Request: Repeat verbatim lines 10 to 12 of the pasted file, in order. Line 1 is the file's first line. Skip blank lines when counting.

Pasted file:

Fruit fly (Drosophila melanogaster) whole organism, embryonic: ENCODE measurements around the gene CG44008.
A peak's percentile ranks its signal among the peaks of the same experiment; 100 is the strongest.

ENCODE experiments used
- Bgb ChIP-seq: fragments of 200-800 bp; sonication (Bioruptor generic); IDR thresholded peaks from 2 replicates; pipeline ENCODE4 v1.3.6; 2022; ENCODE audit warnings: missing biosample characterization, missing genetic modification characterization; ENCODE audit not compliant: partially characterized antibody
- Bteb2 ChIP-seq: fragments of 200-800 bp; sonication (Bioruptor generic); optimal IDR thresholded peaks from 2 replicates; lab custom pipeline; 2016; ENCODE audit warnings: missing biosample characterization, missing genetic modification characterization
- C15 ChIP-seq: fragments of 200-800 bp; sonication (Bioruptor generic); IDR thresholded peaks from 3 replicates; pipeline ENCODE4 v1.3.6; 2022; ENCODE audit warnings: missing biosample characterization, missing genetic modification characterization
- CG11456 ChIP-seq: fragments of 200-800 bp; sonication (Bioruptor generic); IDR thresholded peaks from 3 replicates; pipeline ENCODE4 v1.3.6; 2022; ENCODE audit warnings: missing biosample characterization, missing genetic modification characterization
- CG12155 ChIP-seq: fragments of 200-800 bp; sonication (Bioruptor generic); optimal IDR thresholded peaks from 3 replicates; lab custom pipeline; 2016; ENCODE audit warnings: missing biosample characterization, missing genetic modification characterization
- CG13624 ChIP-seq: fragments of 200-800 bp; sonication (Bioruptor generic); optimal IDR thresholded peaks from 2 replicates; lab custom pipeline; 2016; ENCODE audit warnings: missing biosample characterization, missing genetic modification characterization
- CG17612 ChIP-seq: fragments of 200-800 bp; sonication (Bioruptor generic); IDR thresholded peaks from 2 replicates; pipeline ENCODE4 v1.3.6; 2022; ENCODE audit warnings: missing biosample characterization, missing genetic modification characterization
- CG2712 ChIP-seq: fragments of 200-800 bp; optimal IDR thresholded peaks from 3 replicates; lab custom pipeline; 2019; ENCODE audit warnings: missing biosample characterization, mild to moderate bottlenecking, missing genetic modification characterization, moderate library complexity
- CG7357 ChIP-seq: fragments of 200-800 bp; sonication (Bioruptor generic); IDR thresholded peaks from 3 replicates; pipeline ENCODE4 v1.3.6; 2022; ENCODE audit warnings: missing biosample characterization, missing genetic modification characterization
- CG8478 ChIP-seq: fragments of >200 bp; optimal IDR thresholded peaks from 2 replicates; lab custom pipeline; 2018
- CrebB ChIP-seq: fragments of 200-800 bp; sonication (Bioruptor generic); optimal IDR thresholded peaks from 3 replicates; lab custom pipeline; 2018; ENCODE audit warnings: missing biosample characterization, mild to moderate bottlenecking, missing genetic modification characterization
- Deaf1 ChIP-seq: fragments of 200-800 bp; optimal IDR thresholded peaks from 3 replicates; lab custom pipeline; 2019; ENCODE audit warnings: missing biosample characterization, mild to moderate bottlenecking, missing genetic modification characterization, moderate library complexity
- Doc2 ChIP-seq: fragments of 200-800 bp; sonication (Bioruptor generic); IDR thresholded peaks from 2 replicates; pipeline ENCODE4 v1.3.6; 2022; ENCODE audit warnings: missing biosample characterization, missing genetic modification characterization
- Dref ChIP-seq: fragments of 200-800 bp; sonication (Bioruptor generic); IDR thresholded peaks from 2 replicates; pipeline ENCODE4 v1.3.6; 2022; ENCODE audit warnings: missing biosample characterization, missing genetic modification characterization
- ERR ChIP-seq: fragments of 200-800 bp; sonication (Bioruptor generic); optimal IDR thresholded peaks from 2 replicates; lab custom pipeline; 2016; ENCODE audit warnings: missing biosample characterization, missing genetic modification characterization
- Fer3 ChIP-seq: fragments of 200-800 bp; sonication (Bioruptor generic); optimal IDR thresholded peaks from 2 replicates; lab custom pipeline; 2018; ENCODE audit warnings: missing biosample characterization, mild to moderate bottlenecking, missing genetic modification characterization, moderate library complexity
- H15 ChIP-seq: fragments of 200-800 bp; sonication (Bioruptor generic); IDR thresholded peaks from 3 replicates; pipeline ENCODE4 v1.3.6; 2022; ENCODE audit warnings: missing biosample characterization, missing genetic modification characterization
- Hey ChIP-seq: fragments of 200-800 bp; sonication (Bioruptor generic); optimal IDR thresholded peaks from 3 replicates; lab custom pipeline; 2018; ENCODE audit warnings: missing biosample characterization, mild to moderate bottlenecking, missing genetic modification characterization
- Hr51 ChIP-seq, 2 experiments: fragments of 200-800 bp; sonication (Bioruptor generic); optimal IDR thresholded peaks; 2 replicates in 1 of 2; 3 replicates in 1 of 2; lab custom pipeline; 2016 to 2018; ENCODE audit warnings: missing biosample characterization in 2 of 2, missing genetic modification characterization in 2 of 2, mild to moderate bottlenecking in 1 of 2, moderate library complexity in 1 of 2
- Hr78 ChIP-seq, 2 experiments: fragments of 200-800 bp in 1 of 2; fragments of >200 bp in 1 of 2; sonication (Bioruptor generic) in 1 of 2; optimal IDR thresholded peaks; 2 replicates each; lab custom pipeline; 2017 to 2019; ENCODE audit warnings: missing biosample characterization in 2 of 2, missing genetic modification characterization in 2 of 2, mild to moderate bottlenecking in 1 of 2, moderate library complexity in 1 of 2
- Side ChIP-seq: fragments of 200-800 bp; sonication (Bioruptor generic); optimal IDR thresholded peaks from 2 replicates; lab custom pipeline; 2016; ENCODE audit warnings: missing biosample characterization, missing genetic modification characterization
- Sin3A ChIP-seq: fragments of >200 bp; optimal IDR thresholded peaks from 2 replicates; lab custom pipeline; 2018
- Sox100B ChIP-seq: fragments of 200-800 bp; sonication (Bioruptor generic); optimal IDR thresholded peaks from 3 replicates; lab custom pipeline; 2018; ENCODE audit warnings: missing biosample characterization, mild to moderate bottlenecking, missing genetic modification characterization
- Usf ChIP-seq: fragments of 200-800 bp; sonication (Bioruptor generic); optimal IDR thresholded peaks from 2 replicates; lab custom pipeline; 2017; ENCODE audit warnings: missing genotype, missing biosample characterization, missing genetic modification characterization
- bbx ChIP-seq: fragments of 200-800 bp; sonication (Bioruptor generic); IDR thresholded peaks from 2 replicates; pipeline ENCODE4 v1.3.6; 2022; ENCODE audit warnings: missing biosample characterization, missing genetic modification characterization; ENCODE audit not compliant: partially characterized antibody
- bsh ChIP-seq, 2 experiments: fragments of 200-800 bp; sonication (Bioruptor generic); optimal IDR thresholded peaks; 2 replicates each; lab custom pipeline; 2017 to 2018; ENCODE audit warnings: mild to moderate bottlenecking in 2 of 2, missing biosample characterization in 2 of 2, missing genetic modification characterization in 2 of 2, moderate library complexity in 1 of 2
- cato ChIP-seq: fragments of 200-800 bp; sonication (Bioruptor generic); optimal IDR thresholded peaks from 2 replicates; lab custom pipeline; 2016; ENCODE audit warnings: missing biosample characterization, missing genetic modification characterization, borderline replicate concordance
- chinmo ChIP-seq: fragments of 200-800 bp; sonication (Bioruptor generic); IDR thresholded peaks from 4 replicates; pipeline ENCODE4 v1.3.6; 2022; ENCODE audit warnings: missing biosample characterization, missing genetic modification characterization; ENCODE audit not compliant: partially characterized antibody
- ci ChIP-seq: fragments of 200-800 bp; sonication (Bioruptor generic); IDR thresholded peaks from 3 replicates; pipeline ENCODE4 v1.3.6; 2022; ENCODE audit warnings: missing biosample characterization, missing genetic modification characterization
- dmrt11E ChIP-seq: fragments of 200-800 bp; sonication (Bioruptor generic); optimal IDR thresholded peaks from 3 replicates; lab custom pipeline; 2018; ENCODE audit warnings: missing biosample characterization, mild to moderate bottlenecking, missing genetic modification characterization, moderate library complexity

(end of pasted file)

- CG17612 ChIP-seq: fragments of 200-800 bp; sonication (Bioruptor generic); IDR thresholded peaks from 2 replicates; pipeline ENCODE4 v1.3.6; 2022; ENCODE audit warnings: missing biosample characterization, missing genetic modification characterization
- CG2712 ChIP-seq: fragments of 200-800 bp; optimal IDR thresholded peaks from 3 replicates; lab custom pipeline; 2019; ENCODE audit warnings: missing biosample characterization, mild to moderate bottlenecking, missing genetic modification characterization, moderate library complexity
- CG7357 ChIP-seq: fragments of 200-800 bp; sonication (Bioruptor generic); IDR thresholded peaks from 3 replicates; pipeline ENCODE4 v1.3.6; 2022; ENCODE audit warnings: missing biosample characterization, missing genetic modification characterization